Insy or outsy?

I’m hearing it all too often at the moment, “we need to take an outside in approach”. It’s a movement that finds a proponent in the form of one Dave Ulrich, he of the failed HR operating model that encouraged a slavish implementation, that set the profession back the best part of a decade.

But of course, Ulrich wasn’t responsible for our misinterpretation of the model and nor is he responsible for the potential screw up we could make on an outside in approach by assuming we need external expertise and perspectives.

It’s not you, Dave, it’s us.

So let me start by suggesting that what we really need to take is an inside, outside, inside approach.

It doesn’t trip off the tongue as well, admittedly, but stay with me.

You see, everything starts with your employees. I can almost guarantee that any problem that you have, any barrier you need to overcome, any issue that needs improvement, can be better identified by the people within your organisation than anyone outside.

My evidence?

The first thing any external third-party does when you hire them? They suggest carrying out a series of interviews, focus groups, listening groups or some sort of questionnaire to understand the needs of your employees.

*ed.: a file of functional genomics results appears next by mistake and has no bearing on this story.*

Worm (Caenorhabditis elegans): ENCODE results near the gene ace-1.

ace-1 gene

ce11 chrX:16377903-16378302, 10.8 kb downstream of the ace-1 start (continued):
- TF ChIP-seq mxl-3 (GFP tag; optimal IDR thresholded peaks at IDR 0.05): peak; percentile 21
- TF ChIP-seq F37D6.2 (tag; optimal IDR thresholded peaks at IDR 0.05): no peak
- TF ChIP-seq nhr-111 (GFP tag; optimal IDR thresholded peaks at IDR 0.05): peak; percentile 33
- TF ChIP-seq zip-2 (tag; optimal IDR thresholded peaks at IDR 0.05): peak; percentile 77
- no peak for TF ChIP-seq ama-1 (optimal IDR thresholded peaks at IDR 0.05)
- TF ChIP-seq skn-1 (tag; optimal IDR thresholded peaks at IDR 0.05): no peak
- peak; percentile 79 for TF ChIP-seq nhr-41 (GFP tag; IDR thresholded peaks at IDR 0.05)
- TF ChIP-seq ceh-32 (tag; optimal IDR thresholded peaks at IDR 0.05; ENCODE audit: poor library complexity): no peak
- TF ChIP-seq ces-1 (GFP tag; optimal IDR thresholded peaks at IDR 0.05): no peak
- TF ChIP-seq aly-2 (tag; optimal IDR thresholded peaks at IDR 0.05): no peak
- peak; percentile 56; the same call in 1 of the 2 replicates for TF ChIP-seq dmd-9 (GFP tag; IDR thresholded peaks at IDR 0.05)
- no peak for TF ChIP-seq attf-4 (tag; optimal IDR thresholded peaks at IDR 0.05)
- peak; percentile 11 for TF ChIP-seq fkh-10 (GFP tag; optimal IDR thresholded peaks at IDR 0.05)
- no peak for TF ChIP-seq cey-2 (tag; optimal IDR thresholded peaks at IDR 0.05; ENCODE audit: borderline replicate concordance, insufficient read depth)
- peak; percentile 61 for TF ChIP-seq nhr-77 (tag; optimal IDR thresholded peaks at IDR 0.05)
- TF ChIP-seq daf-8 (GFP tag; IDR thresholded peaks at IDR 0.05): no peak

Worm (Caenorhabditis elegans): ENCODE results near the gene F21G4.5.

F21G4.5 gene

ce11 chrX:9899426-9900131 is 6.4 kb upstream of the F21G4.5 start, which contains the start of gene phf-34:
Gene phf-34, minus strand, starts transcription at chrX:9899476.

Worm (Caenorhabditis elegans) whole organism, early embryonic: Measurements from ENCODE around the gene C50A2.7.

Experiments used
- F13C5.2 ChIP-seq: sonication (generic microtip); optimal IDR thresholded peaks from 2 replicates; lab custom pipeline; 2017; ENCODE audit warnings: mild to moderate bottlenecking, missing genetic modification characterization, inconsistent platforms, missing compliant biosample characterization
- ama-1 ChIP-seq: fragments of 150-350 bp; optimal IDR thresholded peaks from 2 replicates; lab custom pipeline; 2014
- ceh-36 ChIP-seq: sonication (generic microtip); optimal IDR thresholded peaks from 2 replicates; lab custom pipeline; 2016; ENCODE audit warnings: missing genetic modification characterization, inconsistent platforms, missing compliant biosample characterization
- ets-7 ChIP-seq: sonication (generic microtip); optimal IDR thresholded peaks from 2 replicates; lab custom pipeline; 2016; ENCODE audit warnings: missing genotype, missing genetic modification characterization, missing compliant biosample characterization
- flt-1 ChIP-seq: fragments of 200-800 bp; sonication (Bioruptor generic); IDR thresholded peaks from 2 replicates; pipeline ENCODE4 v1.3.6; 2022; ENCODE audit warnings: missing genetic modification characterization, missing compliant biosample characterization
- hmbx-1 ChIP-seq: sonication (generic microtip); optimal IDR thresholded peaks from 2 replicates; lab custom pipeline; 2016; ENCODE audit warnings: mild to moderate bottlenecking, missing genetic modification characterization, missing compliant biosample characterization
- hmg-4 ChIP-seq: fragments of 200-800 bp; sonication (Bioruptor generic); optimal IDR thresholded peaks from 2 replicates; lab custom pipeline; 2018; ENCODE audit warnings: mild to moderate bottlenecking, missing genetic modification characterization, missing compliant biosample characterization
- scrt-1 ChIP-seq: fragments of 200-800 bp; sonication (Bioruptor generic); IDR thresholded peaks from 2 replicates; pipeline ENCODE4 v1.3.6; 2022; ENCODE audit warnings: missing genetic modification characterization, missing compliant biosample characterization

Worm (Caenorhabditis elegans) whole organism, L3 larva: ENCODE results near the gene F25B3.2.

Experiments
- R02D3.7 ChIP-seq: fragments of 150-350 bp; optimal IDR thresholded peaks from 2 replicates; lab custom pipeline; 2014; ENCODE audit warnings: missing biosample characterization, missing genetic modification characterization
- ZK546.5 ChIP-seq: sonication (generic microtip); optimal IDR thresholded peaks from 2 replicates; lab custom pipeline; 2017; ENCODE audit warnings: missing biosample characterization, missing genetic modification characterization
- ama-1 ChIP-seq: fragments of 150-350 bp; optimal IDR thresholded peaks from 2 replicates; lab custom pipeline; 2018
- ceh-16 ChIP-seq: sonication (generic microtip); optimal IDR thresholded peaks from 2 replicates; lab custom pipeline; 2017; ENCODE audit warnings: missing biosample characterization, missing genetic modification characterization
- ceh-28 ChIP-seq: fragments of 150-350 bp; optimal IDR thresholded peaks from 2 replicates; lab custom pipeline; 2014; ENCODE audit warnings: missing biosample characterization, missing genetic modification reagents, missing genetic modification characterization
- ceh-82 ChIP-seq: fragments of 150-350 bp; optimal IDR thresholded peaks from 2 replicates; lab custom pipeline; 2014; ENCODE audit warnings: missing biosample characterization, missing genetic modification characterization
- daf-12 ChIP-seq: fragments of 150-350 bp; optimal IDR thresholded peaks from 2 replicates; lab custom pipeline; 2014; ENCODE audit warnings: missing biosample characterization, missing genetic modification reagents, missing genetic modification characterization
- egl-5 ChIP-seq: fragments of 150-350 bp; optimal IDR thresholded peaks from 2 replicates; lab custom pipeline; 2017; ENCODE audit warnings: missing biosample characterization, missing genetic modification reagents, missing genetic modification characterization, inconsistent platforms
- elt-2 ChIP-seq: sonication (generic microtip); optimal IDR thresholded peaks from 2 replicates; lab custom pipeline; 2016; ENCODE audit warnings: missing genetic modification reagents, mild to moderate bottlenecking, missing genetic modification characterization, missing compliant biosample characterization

It really is the equivalent of giving someone your watch and asking them to tell you the time.

I’m the first person to suggest that HR people need to get their heads up and scan the horizon, but that starts by looking outside the HR function and only then outside of the business.

Yes we need to understand the economic and socio-political context in which we operate, yes we need to focus on the markets and environments in which our businesses exist. But that only has any relevance if we know where the skills, capabilities, weaknesses and opportunities exist within our own enterprises.

Look outside by all means, but first work out what it means to be inside. Because that’s is where your organisational value lies.

Education is too important for politicians

I’ve written before about our supply chain.

It always strikes me as bizarre that as a profession we talk about the value of people, but we seldom discuss, in real detail, the production of the resource that is central to our being.


Anyone who has been involved in education in any form will know that the one thing that defines our education system is constant change.

We plan our education policy on cycles of a maximum of five years. And yet our educational cycle is a minimum of 14 years. Which means that as a child, as a student, you could easily have four or five different educational policies in place during your education.

Different targets

Different focus areas

Different  inspection regimes

Different syllabuses (syllabi?)

Different exams

And the changes introduce unnecessary drag and inefficiency in to the supply chain as teachers and leaders attempt to understand, assimilate and implement the requirements of the latest policy.

But not only does that inefficiency mean that we’re not maximising the return on investment in educational resource, it also means that we are providing confused and often contradictory messages to both students and parents.